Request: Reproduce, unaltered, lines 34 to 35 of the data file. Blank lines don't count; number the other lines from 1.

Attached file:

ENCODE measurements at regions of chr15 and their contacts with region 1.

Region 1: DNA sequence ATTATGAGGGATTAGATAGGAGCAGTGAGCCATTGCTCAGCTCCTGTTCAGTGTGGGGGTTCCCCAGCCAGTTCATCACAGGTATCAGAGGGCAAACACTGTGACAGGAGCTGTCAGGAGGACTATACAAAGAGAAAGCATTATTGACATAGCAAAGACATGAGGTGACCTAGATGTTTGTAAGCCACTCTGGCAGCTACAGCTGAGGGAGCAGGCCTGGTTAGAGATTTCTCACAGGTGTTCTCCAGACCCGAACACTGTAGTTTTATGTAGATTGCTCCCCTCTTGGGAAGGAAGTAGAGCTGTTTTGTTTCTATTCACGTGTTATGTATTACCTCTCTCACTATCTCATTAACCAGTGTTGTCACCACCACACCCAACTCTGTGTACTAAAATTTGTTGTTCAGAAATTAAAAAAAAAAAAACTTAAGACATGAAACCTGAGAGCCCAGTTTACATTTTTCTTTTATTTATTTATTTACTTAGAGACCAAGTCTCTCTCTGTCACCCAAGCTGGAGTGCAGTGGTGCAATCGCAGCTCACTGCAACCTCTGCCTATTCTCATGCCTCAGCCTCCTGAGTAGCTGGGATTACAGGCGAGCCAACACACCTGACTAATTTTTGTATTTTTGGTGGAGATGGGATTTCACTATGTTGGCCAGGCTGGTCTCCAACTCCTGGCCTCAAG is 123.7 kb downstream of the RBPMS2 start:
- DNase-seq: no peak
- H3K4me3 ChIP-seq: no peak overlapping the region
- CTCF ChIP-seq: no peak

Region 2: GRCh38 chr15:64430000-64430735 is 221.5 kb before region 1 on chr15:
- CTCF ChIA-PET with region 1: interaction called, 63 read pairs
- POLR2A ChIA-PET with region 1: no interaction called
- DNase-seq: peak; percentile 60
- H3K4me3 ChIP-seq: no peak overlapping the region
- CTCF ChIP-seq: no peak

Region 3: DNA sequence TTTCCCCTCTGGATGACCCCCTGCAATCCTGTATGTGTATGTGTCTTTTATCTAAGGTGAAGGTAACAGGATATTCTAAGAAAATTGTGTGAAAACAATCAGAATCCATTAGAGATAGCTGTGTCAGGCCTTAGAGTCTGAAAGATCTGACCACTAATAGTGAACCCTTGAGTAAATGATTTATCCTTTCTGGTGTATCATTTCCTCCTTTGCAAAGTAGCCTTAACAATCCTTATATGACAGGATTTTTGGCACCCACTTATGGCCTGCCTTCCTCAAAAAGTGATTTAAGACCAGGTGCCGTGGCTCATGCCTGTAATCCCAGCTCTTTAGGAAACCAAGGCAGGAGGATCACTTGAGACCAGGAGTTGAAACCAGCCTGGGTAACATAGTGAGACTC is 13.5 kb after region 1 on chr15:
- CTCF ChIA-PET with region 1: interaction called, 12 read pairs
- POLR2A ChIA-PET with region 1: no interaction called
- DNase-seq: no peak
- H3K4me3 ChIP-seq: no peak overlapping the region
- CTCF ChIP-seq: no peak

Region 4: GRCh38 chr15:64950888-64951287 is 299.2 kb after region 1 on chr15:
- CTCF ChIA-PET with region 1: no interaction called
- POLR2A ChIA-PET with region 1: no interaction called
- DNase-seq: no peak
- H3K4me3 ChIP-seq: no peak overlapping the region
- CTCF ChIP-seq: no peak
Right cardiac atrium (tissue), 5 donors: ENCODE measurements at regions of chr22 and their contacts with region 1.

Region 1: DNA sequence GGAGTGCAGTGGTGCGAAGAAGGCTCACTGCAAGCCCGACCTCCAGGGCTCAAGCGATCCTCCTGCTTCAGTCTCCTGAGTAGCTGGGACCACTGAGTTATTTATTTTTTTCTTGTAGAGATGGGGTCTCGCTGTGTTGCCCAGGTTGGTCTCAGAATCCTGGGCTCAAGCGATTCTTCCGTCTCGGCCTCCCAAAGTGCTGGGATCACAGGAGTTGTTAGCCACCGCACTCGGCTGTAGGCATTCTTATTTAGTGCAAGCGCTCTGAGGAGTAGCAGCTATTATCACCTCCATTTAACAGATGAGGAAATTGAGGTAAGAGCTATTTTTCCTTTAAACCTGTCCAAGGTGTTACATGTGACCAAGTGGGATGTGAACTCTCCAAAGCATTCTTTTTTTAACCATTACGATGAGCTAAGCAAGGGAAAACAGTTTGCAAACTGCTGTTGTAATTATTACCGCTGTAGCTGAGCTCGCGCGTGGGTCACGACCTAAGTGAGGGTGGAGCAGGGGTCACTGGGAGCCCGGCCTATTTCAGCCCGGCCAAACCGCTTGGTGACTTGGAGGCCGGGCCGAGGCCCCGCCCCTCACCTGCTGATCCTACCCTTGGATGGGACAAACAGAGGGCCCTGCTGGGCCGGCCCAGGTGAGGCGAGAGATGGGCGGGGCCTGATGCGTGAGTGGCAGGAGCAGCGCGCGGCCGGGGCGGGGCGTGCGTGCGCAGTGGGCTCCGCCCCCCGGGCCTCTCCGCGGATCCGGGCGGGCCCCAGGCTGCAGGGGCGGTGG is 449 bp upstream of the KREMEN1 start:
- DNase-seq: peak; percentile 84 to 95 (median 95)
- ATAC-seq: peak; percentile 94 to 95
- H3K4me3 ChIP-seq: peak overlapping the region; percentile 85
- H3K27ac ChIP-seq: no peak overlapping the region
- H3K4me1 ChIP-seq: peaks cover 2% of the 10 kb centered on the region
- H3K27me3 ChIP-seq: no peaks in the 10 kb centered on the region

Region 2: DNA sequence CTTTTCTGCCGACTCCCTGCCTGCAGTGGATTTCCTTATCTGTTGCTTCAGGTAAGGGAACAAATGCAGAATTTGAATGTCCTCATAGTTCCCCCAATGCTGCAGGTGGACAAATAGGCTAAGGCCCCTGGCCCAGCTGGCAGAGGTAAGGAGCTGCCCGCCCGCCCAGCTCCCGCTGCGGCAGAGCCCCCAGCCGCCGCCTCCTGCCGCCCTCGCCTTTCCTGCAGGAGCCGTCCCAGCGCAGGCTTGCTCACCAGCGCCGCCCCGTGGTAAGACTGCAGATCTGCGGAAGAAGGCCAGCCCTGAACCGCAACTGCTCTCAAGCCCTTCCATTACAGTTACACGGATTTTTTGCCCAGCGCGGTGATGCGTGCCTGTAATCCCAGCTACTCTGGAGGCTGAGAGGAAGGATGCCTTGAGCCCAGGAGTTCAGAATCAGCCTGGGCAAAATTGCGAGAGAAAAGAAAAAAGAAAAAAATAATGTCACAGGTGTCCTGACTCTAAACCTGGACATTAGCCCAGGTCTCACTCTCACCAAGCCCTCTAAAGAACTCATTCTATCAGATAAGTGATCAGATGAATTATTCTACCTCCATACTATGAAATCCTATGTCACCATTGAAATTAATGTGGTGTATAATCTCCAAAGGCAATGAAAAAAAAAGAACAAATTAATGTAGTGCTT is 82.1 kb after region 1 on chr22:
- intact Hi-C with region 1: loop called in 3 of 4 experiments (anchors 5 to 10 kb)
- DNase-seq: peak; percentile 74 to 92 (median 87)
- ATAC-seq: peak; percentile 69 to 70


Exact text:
- DNase-seq: peak; percentile 74 to 92 (median 87)
- ATAC-seq: peak; percentile 69 to 70